- The Washington Times - Wednesday, May 18, 2016

A college professor at the University of Houston was among the more than a dozen individuals arrested Tuesday in connection with an international synthetic marijuana ring.

Omar Maher Al Nasser, 36, faces two criminal counts related to a synthetic drug operation detailed by authorities in a lengthy indictment unsealed Tuesday in the Southern District of Texas.

Mr. Al Nasser worked as an assistant professor of finance for the University of Houston-Victoria’s School of Business Administration at the time of his arrest, and he was responsible for teaching up to 40 students as of Tuesday, UHV President Vic Morgan told the Victoria Advocate.

Sixteen individuals in all are named in the indictment, and Mr. Al Nasser was one of 12 arrested Tuesday in the greater Houston area, authorities said. Together, officials say the co-defendants were involved in the manufacturing and distribution of Schedule I drugs — namely synthetic marijuana, also known as “Kush.”

In announcing the unsealing of the 13-count indictment, authorities said they had seized around 9.5 tons of synthetic marijuana and chemicals in the process of pulling the plug on the drug ring.

While some of the individuals accused of participating in the operation face charges ranging from smuggling goods into the United States and conspiring to commit mail fraud, Mr. Al Nasser only faces two counts: aiding and abetting an unlicensed money-transmitting business, and conspiracy to commit money laundering.

If convicted, the college professor faces up to 20 years behind bars and a six-figure fine.

“The University of Houston-Victoria takes this matter very seriously and will fully cooperate with law enforcement on all aspects of their investigation. As more information becomes available, UHV officials will consider action appropriate to the situation,” the school said in a statement to Eyewitness News.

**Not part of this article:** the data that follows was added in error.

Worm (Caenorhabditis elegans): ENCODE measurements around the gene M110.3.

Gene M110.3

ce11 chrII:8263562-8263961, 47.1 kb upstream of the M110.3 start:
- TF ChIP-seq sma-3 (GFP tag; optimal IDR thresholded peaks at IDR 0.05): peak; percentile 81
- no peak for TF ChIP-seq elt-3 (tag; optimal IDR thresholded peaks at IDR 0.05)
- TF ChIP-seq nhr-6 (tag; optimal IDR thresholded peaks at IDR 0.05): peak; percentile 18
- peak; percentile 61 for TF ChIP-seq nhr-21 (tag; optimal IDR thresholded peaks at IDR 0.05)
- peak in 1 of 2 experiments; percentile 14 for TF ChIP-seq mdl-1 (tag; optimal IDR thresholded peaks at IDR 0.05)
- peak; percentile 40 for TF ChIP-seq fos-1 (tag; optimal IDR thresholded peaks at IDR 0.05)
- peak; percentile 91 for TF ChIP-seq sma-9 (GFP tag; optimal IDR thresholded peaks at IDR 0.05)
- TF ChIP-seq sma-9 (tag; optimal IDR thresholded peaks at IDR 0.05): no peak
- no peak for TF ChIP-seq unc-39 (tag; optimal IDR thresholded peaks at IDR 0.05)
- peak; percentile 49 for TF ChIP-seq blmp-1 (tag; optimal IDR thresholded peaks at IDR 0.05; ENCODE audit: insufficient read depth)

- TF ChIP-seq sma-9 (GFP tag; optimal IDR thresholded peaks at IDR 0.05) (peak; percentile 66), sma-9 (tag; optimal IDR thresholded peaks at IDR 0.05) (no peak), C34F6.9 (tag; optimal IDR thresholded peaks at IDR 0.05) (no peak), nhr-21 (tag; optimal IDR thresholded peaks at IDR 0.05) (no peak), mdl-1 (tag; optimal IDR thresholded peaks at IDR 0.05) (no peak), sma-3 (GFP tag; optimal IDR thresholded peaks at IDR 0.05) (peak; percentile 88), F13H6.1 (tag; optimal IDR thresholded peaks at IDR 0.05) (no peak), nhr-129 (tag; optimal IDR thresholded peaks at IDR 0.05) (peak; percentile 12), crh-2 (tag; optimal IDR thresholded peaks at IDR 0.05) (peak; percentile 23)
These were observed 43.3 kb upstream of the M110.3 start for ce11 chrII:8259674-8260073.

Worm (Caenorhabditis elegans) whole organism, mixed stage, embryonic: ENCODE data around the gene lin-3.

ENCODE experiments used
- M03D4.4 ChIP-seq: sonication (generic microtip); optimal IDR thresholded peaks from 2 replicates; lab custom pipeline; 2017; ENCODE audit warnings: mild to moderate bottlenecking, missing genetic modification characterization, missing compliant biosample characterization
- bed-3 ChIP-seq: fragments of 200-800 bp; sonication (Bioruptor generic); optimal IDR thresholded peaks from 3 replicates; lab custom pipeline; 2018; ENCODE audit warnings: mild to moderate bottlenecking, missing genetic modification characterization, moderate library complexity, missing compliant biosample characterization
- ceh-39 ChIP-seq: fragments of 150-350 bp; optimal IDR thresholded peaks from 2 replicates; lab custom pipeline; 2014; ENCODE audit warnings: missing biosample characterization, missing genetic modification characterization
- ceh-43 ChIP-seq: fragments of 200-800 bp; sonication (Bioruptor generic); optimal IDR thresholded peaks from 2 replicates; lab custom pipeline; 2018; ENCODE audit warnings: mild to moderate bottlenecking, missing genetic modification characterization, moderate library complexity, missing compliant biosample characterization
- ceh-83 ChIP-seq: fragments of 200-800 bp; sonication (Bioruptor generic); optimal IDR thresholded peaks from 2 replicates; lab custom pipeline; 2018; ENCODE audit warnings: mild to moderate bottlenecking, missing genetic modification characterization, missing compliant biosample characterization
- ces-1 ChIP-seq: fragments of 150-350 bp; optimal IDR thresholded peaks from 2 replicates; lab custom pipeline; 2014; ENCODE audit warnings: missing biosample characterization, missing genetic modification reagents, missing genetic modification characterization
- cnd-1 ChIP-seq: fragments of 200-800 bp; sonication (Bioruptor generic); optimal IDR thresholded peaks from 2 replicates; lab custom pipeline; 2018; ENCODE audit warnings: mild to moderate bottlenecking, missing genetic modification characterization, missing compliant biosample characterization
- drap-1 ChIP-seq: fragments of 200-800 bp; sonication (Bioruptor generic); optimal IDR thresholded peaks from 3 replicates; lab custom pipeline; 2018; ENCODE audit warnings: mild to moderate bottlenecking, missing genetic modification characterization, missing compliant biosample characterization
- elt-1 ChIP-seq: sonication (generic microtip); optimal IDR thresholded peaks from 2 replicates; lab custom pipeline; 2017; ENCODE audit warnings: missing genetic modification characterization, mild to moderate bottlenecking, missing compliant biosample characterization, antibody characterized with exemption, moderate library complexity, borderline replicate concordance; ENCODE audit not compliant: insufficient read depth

Mr. Morgan, the school’s president, told the Victoria Advocate that a replacement will be sought out so that Mr. Al Nasser’s students at the University of Houston’s Sugar Land campus can finish their courses while their professor is under indictment.

The professor holds a doctorate in finance from the University of Texas-Pan American in 2009, and previously received a bachelor’s in accounting and finance from Yarmouk University in Jordan and a Master of Business Administration from UHV in 2004, according to his LinkedIn page.

According to the indictment, several of the professor’s alleged co-conspirators were involved in a “scheme to defraud” by marketing harmful, synthetic cannabinoids as if they were safe.

“Some of the products were allegedly labeled as ‘potpourri’ or ‘incense,’ with some including false information such as ‘100% legal,’ ‘lab certified’ or ‘not for human consumption,’ ” the Department of Justice said in a statement Tuesday.

“According to the charges, these products were, in fact, dangerous drugs,” the Justice Department said.

Tuesday’s arrests were the culmination of a multi-agency investigation that brought together local law enforcement in Texas with the IRS, FBI and Drug Enforcement Administration, authorities said.

“This operation highlights an intentional and deliberate effort to cut off and shut down the supply of synthetic cannabinoids trafficked by callous dealers and the corresponding negative impact that this horrific drug inflicts on our communities,” DEA Special Agent in Charge Joseph Arabit said.

In addition to the 12 individuals arrested in Texas, authorities apprehended a resident of Virginia and a resident of California in connection with the charges. Two others, Ziad Mahmoud Alsalameh and Aqil Khader, were considered fugitives as of Tuesday.

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